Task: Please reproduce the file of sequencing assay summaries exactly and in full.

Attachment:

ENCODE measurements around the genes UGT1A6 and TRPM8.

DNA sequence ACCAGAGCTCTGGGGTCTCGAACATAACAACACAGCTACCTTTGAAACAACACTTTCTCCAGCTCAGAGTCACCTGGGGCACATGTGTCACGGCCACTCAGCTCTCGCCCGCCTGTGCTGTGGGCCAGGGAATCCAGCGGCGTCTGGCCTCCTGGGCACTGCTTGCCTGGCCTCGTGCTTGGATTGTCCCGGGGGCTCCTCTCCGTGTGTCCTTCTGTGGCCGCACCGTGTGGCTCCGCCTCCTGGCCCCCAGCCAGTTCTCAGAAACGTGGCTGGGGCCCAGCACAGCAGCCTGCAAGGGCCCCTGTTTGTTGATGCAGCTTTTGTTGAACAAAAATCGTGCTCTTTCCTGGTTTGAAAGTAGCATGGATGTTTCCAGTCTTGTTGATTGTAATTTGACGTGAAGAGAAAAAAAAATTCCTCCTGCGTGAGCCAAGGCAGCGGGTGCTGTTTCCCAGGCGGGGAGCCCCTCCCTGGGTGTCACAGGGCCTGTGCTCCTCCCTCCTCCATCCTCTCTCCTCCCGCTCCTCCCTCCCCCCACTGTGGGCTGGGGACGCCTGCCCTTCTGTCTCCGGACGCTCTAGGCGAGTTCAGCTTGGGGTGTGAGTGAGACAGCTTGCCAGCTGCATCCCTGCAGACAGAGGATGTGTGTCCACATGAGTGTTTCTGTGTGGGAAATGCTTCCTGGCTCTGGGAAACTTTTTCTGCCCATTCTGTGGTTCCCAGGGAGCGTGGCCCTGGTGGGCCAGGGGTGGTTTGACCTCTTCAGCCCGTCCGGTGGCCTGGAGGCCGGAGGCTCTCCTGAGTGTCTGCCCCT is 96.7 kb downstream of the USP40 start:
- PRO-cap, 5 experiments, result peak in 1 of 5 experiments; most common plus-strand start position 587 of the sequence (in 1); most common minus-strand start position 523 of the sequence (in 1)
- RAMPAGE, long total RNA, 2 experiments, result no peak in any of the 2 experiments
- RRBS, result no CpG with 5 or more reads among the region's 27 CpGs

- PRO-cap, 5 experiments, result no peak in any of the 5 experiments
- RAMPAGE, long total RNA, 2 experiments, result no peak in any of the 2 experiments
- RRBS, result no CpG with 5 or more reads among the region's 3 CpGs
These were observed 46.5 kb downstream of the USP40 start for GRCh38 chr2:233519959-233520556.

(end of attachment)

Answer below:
ENCODE measurements around the genes UGT1A6 and TRPM8.

DNA sequence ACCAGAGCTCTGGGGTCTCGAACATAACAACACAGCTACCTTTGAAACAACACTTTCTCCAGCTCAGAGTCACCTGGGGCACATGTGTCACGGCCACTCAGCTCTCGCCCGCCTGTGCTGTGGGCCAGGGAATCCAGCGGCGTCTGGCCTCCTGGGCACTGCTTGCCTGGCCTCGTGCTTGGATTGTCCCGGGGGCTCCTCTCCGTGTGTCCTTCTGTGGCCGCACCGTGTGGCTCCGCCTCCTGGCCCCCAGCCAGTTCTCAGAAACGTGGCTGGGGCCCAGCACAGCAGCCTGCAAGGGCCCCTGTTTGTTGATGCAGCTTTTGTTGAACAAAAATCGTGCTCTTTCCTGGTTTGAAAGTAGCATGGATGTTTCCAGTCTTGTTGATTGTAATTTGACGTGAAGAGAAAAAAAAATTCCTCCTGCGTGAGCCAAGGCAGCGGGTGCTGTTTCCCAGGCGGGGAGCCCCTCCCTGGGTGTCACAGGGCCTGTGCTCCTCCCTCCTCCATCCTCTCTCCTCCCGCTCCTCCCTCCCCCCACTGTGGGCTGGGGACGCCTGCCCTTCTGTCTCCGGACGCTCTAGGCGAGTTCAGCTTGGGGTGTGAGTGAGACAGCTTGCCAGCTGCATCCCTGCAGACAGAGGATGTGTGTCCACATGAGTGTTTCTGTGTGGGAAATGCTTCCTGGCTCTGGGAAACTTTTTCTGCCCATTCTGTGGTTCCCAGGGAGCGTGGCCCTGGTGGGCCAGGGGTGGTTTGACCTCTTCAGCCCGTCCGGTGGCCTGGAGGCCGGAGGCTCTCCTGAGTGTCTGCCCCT is 96.7 kb downstream of the USP40 start:
- PRO-cap, 5 experiments, result peak in 1 of 5 experiments; most common plus-strand start position 587 of the sequence (in 1); most common minus-strand start position 523 of the sequence (in 1)
- RAMPAGE, long total RNA, 2 experiments, result no peak in any of the 2 experiments
- RRBS, result no CpG with 5 or more reads among the region's 27 CpGs

- PRO-cap, 5 experiments, result no peak in any of the 5 experiments
- RAMPAGE, long total RNA, 2 experiments, result no peak in any of the 2 experiments
- RRBS, result no CpG with 5 or more reads among the region's 3 CpGs
These were observed 46.5 kb downstream of the USP40 start for GRCh38 chr2:233519959-233520556.